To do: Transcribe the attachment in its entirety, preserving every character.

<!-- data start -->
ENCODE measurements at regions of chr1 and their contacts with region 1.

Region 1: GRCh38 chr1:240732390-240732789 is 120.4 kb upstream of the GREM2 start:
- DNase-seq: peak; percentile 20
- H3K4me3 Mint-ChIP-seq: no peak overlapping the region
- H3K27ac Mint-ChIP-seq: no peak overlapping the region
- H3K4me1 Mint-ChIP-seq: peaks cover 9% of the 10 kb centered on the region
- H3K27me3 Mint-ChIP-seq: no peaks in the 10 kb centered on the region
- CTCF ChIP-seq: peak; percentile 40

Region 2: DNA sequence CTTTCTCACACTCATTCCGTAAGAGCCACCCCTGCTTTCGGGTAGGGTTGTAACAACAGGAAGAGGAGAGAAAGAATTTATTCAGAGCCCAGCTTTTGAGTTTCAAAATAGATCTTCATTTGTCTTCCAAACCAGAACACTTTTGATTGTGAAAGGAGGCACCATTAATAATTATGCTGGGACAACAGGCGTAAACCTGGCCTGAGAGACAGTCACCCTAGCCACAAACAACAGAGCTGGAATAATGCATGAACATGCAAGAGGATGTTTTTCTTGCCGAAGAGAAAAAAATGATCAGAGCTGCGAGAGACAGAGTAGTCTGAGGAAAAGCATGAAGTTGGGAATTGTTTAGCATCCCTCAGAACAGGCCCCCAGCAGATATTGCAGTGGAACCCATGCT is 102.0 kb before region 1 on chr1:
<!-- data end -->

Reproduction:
ENCODE measurements at regions of chr1 and their contacts with region 1.

Region 1: GRCh38 chr1:240732390-240732789 is 120.4 kb upstream of the GREM2 start:
- DNase-seq: peak; percentile 20
- H3K4me3 Mint-ChIP-seq: no peak overlapping the region
- H3K27ac Mint-ChIP-seq: no peak overlapping the region
- H3K4me1 Mint-ChIP-seq: peaks cover 9% of the 10 kb centered on the region
- H3K27me3 Mint-ChIP-seq: no peaks in the 10 kb centered on the region
- CTCF ChIP-seq: peak; percentile 40

Region 2: DNA sequence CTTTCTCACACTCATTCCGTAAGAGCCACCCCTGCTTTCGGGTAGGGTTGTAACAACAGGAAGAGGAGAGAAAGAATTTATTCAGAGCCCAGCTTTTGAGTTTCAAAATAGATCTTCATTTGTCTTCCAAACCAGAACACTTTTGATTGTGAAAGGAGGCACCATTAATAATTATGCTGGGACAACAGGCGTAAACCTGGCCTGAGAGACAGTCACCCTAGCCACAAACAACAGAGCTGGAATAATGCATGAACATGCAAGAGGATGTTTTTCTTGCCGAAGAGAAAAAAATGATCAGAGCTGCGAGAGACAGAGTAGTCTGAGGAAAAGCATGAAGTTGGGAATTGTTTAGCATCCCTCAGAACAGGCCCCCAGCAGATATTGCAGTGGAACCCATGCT is 102.0 kb before region 1 on chr1: